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Inspired by the ancient Grecian island of Crete, Hyundai’s latest addition to its growing SUV family, the Creta, impressed BERNIE HELLBERG at its recent media introduction in Hermanus.

By all accounts, the once thriving island of Crete was one of the most influential regions of Ancient Europe. Home to the Minoan civilization (2700–1420 BC), which is currently regarded as the earliest recorded civilisation in Europe, the island of Crete once was central to, and the main reason for, the burgeoning commercial prosperity of Grecian maritime power.

I did not ask Hyundai executives at the recent launch why Crete was the inspiration for the name of the brand’s smallest SUV. The Creta is neither a burgeoning powerhouse, nor is it particularly Mediterranean-looking in its design. I suspect that, had I asked the question, I would have received a well thought through response that evokes images of beauty and power and success. But, I did not ask, so I do not know. And, in the end, it does not really matter why this particular car got this particular name. What matters is whether the Indian-built SUV has what it takes to woo ever increasing numbers of compact SUV customers to part with their ever dwindling, and very hard earned cash.

Just because the compact sport-utility segment is currently the fastest growing of them all, and just because customers are spoilt for choice with at least eight other similar vehicles available to choose from locally, it does not mean that they will make the purchase lightly, or for just any new model. It is a tough market out there, and it is getting tougher.


At the moment there are eight main competitors to the Creta, including: Nissan‘s Qashqai and Juke, the Opel Mokka X and Mazda CX-3, Suzuki’s SX-4 and the Jeep Renegade, and Renault’s WesBank South African Car Of The Year finalist, the Kadjar.

The Creta, says Hyundai’s marketing chief, Stanley Anderson, offers better value, more standard features, higher levels of comfort, and, in some cases at least, a better safety profile. He is right, of course. The Creta is a great offer on paper, and it seemingly beats the opposition hands down.


Hyundai undoubtedly spent the last few months twisting Korean arms to get the best deal possible on their new baby SUV. The fruits of their negotiating skills are abundant, and the Creta is packed with standard tech that includes details from tip to tail: fog lamps and ‘bending’ headlights; electric folding side mirrors and roof rails; a large touchscreen infotainment system with navigation; rear parking sensors and a rear-view camera; plus a multi-function steering wheel.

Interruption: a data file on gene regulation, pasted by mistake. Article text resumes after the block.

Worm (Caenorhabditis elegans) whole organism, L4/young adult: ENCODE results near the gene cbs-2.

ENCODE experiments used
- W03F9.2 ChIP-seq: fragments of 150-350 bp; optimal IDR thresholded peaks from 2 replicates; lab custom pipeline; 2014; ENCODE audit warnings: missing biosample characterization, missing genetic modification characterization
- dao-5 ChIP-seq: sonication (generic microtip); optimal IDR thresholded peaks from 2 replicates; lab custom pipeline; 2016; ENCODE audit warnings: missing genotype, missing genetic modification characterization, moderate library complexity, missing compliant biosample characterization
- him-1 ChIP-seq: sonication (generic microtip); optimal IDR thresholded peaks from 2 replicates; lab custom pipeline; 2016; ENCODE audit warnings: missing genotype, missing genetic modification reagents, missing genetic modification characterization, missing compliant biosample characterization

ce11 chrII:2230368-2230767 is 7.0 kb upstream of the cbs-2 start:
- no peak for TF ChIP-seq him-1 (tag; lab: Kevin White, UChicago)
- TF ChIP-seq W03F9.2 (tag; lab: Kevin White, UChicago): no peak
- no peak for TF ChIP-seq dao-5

In terms of safety, there are six airbags and IsoFIX seat connectors, anti-lock brakes with electronic brake-force distribution, and a completely redesigned front- and rear suspension system that not only improves directional stability, but also the car’s general handling and ride comfort.


Three models make up the Creta range. Two 1.6-litre petrol versions are available with either a six-speed manual (R319,900) or automatic (R339,900), while a brand new 1.6-litre turbodiesel auto only model rounds off the range at R369,900.

It is interesting to note that the Tucson enters the market at R379,900, pushing through the R534,900 mark at the top end.

Although it has a slight propensity for running out of steam at lower revs, Hyundai’s tried and trusted 1.6-litre petrol engine is well suited to the Creta, which, in manual guise, delivers a balanced mix of fuel consumption (7.9 l/100 km) and power (90 kW) that is ideal for this type of family SUV.

Does it beat all of its competitors in terms of power? Unfortunately not, as both the 2.0-litre Mazda CX-3 2.0 Dynamic and Mitsubishi ASX 2.0 GL offer 25 kW and 20 kW more power respectively, albeit it from much larger displacement engines. The turbocharged 1.4-litre turbo Mokka X also boasts 13 kW more grunt, at an attractive price to boot.

The range-topping turbodiesel derivative fares slightly better against the likes of the Nissan Qashqai 1.6dCi Acenta auto, delivering only 2 kW less power, although, at 260 Nm of torque, it cannot outgun the Qashqai’s 320 Nm.

This does not detract anything from the diesel Creta’s appeal though. At just over R60,000 less than the Qashqai, the Creta offers dollops of value, proven Hyundai reliability, a newer smoother auto transmission, and more standard spec.

All Creta models also get Hyundai’s 5-year/150,000 km warranty with an added 2-year/50,000 km warranty on the powertrain, and a 5-year/90,000 km service plan.


Despite the fact that Hyundai has been selling the Creta in overseas markets since 2015, the arrival of the model in South Africa is likely to set the cat properly among the pigeons in the compact SUV segment. Creta looks good, is built solid, and will not cost you too much either – on the showroom floor, or at the pumps. If you are looking at an entry-level Tucson now, I would give the Creta a second look, it is worth it.


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